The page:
“Arteries ruptured in the neck”: Unarmed Indian troopers caught by surprise in clash

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The families of Indian army personnel who died in combat with Chinese troops last month have said that the troopers were unarmed and surrounded by a larger force on a steep ridge, Reuters has reported.

The report also cited government sources and two soldiers deployed in the area

One of the troopers had his throat slit with metal nails in the darkness, his father told Reuters, saying he had been told by a fellow soldier who was there.

Others fell to their deaths in the freezing waters of the Galwan river in the western Himalayas, relatives have learned from witnesses.

Twenty Indian army personnel died in the June 15 clash on the de facto border separating the two armies. The troopers all belonged to the 16th Bihar Regiment deployed in the Galwan region.

No shots were fired, but it was the biggest loss of life in combat between the nuclear-armed neighbors since 1967, when the simmering border dispute flared into deadly battles.

Reuters spoke to relatives of 13 of the men who were killed, and in five cases they produced death certificates listing horrific injuries suffered during the six-hour night-time clash at 14,000 ft (4,267 meters) amid remote, barren mountains.

Reuters also spoke to two personnel of the Bihar Regiment deployed in the area, who were among those who accompanied the bodies of fallen colleagues to their homes in the area. They were not directly involved in the melee.

Three of the dead men had their “arteries ruptured in the neck” and two sustained head injuries caused by “sharp or pointed objects,” the death certificates seen by Reuters said.

There were visible marks on the neck and forehead, all five documents said.

“It was a free-for-all, they fought with whatever they could lay their hands on — rods, sticks, and even with their bare hands,” said a government official in Delhi briefed on the clash.

A relative of one of the soldiers who accompanied Col. Santosh Babu, the commanding officer, to the site of two tents erected by the Chinese troops told Reuters that members of the Indian patrol were unarmed.

They were confronted by a small group of Chinese troopers and an argument ensued over the tents and a small observation tower the relative said, on the basis of conversations with two other soldiers who were present.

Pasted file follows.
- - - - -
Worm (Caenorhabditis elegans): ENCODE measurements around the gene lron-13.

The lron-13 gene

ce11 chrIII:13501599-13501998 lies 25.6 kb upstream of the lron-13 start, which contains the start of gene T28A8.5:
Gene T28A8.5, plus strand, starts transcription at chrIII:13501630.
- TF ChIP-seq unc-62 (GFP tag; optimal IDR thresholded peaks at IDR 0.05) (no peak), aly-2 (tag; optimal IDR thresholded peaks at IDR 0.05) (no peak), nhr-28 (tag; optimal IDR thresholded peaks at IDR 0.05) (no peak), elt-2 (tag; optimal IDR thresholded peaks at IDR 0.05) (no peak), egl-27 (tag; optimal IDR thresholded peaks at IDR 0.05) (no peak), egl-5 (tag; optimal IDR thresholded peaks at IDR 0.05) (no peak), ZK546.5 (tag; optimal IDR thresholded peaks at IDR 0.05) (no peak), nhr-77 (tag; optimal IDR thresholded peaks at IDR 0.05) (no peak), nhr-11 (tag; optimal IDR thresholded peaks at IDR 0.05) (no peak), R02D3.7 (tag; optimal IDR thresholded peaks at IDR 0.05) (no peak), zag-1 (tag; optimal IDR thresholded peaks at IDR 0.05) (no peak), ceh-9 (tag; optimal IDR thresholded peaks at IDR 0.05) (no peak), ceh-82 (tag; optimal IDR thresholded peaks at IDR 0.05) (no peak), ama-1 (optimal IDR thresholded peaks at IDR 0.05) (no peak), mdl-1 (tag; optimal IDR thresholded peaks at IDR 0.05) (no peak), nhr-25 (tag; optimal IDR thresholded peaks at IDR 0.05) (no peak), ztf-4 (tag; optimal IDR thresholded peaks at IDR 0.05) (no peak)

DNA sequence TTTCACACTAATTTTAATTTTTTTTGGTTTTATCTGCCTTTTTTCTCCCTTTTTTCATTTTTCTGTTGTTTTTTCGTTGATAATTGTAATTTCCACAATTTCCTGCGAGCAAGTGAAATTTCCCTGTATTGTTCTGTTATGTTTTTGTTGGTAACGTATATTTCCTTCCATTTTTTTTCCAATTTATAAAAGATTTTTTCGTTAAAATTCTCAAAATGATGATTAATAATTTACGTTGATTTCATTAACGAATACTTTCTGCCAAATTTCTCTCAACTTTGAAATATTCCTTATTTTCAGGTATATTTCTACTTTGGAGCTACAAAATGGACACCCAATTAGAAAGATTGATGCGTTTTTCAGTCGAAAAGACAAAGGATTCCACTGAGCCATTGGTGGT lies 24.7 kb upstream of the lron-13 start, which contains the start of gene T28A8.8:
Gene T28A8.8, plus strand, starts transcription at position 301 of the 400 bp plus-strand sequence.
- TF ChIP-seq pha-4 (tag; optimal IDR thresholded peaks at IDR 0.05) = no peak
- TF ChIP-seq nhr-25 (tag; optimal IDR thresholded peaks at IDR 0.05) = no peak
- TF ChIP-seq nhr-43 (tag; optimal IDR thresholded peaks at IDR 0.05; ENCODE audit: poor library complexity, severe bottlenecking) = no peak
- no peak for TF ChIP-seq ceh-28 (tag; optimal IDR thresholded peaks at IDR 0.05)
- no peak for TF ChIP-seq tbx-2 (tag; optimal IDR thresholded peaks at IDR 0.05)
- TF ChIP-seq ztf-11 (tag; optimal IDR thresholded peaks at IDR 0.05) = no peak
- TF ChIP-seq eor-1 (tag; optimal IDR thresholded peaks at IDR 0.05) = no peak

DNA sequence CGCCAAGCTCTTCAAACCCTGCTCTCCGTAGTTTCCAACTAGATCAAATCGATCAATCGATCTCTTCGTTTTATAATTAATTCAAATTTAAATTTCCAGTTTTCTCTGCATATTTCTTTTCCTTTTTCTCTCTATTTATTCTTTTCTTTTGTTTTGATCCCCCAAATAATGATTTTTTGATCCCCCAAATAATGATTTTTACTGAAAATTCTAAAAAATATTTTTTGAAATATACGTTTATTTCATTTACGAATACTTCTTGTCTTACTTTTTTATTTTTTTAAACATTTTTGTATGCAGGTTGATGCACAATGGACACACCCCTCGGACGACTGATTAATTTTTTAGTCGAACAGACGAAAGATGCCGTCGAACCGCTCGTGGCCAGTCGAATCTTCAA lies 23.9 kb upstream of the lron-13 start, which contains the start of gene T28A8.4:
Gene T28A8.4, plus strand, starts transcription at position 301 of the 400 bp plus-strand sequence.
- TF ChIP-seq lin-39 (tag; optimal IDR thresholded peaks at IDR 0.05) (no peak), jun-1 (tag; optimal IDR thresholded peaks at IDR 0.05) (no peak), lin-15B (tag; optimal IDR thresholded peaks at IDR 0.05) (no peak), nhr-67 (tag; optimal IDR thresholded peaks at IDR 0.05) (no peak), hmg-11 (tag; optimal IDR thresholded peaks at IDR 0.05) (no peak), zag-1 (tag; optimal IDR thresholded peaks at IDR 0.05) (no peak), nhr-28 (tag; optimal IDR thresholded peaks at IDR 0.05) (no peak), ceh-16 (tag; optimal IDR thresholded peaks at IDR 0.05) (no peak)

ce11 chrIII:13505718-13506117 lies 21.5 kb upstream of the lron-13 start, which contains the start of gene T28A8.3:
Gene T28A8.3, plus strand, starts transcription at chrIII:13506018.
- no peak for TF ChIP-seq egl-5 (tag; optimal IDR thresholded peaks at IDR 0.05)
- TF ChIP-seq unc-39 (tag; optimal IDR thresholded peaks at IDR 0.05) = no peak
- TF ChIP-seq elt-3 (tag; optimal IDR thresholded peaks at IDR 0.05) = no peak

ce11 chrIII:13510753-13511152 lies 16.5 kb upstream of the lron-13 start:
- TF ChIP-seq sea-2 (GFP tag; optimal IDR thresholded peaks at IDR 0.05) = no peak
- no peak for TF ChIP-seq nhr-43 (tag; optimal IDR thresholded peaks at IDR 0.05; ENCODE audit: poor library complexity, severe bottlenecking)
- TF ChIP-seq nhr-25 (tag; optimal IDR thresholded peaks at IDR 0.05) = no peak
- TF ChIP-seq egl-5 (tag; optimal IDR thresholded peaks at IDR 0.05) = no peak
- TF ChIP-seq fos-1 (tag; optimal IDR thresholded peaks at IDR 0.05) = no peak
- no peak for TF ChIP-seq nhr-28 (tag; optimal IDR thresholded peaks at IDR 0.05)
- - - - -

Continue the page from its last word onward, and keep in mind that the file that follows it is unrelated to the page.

Reuters was unable to establish all of the details of what happened, but government officials in New Delhi briefed on the incident said that at some point Indian troops took down the observation post and the tents because they were on India’s side of the LAC.

“Soon after the Indian side came under attack from a large Chinese force that pelted them with stones and attacked them with sharp-edged weapons, according to the families of three dead Indian soldiers, based on conversations they had with survivors,” the report revealed.

Adding some troopers retreated to safety on the ridge-line in the darkness, but when they could not find the commanding officer, they re-emerged and came under fresh attack, four family members said.

Babu was among those killed in the fighting, the Indian government said. One of the troopers deployed in the area that Reuters spoke to said the Indian patrol was outnumbered by the PLA.

“The Chinese side overwhelmed our people by sheer numbers,” said the trooper, who overheard radio messages seeking reinforcements being sent to regional headquarters in Ladakh.

Three of the Indian families said they had been told by troopers who were commissioned to bring the bodies back to them that some combatants pushed each other into the fast-flowing Galwan river.

The government official in Delhi also said bodies of some soldiers were fished out of the river the next morning. Some had succumbed to hypothermia, the official added.

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